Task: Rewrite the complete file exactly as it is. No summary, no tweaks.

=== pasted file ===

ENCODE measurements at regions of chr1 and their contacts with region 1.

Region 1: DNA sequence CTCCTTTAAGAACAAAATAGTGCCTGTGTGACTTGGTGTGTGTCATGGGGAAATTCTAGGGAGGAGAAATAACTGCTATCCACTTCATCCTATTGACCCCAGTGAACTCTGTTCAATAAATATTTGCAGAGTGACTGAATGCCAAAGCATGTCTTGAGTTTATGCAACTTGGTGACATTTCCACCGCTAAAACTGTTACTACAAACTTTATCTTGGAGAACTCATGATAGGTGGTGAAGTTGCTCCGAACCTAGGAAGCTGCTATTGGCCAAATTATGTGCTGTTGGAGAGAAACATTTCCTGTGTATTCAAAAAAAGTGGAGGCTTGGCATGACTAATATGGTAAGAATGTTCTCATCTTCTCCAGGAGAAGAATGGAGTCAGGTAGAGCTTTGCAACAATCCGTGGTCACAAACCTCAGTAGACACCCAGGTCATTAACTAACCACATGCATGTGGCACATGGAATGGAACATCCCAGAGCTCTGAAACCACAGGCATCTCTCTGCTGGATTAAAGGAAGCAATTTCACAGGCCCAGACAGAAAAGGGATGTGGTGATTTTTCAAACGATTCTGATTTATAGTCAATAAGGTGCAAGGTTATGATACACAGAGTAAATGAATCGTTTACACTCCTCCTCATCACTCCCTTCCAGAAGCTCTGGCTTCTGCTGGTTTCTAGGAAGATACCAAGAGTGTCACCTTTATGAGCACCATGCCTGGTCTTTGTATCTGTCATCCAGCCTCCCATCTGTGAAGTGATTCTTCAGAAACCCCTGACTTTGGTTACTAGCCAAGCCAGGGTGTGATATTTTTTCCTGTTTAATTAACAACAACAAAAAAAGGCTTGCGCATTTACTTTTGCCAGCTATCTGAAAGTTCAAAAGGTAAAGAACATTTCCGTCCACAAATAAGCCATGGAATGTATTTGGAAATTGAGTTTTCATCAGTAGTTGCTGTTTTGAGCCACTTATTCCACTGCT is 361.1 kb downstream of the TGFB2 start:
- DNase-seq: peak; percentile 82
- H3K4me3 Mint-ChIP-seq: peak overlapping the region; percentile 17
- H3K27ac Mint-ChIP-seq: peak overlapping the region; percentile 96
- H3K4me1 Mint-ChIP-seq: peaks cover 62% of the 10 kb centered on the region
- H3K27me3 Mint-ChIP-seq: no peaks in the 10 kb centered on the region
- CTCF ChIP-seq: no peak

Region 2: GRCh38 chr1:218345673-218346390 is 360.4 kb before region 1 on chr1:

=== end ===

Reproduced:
ENCODE measurements at regions of chr1 and their contacts with region 1.

Region 1: DNA sequence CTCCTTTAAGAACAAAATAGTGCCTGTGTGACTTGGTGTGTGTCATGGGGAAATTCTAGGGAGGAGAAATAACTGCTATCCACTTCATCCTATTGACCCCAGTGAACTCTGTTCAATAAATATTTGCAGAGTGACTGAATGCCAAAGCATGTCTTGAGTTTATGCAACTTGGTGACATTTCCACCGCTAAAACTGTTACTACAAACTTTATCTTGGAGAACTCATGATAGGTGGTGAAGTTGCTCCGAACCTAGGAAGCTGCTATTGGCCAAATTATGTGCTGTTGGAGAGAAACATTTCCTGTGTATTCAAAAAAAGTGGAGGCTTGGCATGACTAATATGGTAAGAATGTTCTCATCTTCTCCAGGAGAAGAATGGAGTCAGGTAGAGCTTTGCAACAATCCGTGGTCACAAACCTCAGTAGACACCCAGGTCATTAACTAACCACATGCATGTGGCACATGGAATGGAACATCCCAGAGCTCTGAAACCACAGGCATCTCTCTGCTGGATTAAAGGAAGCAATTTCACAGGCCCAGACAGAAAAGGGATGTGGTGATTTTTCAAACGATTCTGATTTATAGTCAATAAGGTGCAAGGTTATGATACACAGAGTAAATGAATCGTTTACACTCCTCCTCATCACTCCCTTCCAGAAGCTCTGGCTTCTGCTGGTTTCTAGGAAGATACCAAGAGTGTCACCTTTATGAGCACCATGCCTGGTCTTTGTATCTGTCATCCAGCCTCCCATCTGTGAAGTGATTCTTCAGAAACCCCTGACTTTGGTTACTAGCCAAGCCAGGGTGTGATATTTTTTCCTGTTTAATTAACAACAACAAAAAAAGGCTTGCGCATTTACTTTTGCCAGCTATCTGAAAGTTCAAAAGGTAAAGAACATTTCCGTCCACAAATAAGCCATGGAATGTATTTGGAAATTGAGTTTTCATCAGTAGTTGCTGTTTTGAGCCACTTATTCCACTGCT is 361.1 kb downstream of the TGFB2 start:
- DNase-seq: peak; percentile 82
- H3K4me3 Mint-ChIP-seq: peak overlapping the region; percentile 17
- H3K27ac Mint-ChIP-seq: peak overlapping the region; percentile 96
- H3K4me1 Mint-ChIP-seq: peaks cover 62% of the 10 kb centered on the region
- H3K27me3 Mint-ChIP-seq: no peaks in the 10 kb centered on the region
- CTCF ChIP-seq: no peak

Region 2: GRCh38 chr1:218345673-218346390 is 360.4 kb before region 1 on chr1: